SLIPKNOT frontman Corey Taylor has once again pushed back against comments from politicians linking the most recent spate of mass shootings to popular culture.
Earlier in the month, President Donald Trump called for curbing "gruesome and grisly video games" that contribute to a "culture of violence" as a response to the horrific shooting sprees in El Paso, Texas, and Dayton, Ohio. This echoed historical patterns of moral panic, such as 1950s concerns about comic books and Tipper Gore's efforts to blame pop and rock music in the 1980s for violence, sex and satanism.
Asked in a brand new interview with Rock Feed what he thinks of people who claim heavy metal music and video games are partly to blame for mass shootings, Taylor said (see video below): "I think they're idiots. I think those people subscribe to the 'three Ds of politics,' which is 'deny, detract and deflect.' And it's exactly what it is. As soon as guns came into play again, the first thing that the GOP and the gun lobby did was find anything but the gun itself to deflect… It was the video games; it was the heavy metal music; it was the mental illness — it was all of these things. Now, never mind the fact that one of the first things that Trump did when he got into office was take away those prohibitions against people with mental illness, with a history of mental illness, being able to buy a firearm. But now suddenly that's biting you in the ass. Well, now it's the video games. There are video games all over the world; people don't have that problem. Well, it's the heavy metal music. Well, there's heavy metal music all over the world as well, in a lot of countries, and a lot of them darker than ours is. They don't have that problem.
"Look, I catch a lot of hell for the politics that I practice," he continued. "I may bend one way or the other, but I don't subscribe to one party over the next. My problem is the fact that innocent people are dying. And until people can really realize that, yes, you can be a responsible gun owner and see that there is a gun problem, until people can admit that, until people on the left can admit that not everyone who owns a gun is a fucking killer, none of us are gonna talk, and that's the problem. The problem is that there are too many guns. If you oversaturate an industry or a culture with something, nine times out of 10, it tends to go away. But that's not the case with guns, because of the way we have deified it or fetishized it. We now have this thing where if you try to get rid of some of the guns, it's instantly a threat. And to me, that smacks of addiction. Think about that. Do you really believe in gun rights or are you just addicted to the way that you feel when you have them?"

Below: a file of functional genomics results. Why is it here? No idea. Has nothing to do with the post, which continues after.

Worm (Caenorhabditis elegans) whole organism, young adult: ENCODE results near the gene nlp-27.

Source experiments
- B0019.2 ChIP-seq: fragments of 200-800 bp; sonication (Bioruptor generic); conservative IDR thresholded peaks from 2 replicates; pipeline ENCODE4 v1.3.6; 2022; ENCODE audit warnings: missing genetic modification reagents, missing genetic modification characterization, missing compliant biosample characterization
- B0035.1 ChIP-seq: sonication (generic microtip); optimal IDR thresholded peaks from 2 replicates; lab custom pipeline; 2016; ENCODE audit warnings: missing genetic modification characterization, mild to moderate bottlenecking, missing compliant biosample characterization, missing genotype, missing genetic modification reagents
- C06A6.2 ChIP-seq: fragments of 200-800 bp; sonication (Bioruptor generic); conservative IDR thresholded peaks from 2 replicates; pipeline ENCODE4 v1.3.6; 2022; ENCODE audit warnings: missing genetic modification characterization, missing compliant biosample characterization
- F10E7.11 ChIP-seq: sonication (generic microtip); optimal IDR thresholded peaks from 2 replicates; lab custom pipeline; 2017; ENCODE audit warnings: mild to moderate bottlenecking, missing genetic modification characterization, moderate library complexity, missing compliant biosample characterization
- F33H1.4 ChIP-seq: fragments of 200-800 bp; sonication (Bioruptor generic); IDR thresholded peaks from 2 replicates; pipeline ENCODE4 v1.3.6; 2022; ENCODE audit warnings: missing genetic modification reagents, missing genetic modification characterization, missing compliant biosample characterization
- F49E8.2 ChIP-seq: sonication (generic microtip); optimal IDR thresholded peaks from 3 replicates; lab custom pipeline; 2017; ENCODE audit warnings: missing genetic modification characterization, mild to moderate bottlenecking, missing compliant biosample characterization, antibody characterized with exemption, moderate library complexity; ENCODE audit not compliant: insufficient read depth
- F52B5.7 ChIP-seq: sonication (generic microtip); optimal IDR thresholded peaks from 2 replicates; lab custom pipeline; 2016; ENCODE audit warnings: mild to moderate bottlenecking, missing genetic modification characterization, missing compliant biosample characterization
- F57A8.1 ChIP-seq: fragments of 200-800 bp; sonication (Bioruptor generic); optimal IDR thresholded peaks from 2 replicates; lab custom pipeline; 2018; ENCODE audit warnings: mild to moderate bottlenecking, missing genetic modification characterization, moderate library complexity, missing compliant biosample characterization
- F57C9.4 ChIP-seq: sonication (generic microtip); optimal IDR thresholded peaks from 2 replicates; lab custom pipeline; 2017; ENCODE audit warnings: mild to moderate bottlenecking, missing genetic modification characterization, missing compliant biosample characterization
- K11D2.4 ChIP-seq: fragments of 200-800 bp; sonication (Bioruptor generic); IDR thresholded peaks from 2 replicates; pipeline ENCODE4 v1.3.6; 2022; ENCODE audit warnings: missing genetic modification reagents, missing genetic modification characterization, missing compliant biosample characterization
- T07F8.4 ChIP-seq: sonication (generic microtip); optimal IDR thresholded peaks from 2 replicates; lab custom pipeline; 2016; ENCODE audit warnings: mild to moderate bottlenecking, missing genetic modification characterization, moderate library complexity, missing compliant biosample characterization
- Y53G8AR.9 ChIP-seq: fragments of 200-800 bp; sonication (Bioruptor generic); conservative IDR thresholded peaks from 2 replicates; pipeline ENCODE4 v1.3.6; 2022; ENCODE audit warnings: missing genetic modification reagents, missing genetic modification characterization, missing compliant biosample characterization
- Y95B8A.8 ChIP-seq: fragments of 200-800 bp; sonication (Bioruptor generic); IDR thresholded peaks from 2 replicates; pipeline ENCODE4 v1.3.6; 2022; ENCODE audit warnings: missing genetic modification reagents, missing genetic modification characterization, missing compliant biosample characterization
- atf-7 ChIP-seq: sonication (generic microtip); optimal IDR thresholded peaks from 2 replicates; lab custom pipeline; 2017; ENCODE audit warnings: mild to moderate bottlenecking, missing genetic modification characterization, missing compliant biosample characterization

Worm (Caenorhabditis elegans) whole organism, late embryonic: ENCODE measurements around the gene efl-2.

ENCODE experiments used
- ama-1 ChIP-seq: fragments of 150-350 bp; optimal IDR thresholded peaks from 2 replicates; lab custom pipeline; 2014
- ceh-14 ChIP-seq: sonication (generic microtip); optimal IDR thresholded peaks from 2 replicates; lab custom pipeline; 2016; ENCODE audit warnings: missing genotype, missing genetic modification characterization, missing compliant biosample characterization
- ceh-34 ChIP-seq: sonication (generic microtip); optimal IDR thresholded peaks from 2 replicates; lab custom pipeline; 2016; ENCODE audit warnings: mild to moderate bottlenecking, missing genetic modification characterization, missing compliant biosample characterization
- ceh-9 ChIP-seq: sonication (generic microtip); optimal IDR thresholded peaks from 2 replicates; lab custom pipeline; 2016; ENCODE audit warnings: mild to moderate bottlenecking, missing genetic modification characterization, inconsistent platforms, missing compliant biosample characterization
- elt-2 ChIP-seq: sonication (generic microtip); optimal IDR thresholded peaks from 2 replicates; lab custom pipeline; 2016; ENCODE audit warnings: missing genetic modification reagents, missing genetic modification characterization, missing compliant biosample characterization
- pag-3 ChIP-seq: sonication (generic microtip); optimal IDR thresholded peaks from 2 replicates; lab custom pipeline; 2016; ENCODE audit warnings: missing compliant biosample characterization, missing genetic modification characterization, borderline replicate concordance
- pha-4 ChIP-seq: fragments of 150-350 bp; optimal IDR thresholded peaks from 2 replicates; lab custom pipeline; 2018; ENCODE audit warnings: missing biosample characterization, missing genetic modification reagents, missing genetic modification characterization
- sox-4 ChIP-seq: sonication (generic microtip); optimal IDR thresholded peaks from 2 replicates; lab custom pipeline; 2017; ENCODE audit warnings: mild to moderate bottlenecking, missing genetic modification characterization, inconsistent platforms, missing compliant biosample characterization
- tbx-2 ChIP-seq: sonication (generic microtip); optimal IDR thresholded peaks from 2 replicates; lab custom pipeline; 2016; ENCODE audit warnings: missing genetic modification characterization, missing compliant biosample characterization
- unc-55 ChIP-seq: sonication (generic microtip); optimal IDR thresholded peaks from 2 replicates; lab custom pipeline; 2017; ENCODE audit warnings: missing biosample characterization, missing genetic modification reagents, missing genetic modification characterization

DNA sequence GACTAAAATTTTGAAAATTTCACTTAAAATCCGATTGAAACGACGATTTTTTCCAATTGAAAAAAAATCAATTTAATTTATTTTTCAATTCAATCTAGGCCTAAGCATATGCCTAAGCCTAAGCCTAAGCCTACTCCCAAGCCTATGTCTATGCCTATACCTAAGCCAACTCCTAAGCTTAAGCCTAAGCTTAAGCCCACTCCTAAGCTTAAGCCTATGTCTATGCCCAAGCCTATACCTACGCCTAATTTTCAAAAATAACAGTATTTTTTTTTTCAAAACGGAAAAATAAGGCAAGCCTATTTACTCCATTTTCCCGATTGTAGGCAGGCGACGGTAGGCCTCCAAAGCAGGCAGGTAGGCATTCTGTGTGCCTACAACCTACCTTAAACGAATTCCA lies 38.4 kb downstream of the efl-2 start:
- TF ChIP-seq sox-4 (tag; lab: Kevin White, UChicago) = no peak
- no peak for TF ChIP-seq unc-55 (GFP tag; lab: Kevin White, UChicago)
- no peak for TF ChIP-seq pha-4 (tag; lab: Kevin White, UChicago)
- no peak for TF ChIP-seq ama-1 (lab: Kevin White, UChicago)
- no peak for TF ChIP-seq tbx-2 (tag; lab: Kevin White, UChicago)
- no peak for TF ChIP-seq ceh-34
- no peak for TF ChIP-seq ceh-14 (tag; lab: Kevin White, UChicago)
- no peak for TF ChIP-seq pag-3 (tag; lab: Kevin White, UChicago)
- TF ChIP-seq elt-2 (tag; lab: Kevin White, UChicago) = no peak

According to Taylor, part of the problem is the fact Washington's politics have become broken. "It's so fractured," he said. "You either root for your side and downplay the other side. But then it's always a competition. And that's not the way real politics is supposed to be. Somebody [said] real democracy is the politics of the half loaf. It's supposed to be a conversation, not a collision. And that's the problem is we are doing this [bumps fists against each other], and until we can do that [holds hands together with fingers interlaced], that's not gonna happen. And until people stop just shutting people out when they hear trigger words — on both sides — and start going, 'Okay. Well, how would you do it?' That's the exact way that a conversation has to start. It doesn't start by blaming heavy metal, by blaming a blameless band like THE ACACIA STRAIN," referring to the fact that a journalist attempted to place blame on the metalcore act whose hooded sweatshirt the the Dayton shooter wore. "Those poor guys. I mean, come on! Some of the nicest people on the planet. You certainly can't blame video games. Half of the countries in the world would all be dead. I mean, it's one of the biggest industries on the planet. And these chickenshit gutless [politicians] wanna blame that? Give me a fucking break!"
Back-to-back mass shootings in the United States left at least 31 dead and about 50 injured in Texas and Ohio on August 3 and August 4.
In El Paso, a gunman opened fire as customers crowded into a Walmart during the busy back-to-school shopping season, leaving 22 people dead and another 26 wounded. Just hours after the El Paso attack, a mass shooting in Dayton, Ohio, left at least nine people dead and 26 wounded.
The man accused of carrying out the El Paso shooting explained to authorities that he had been targeting Mexicans.
The Dayton shooter apparently had no clear racial or political animus, according to CNN. But he did have access to an AR-15-style rifle and 100-round drum magazines.
SLIPKNOT's sixth album, "We Are Not Your Kind", was released on August 9 via Roadrunner Records.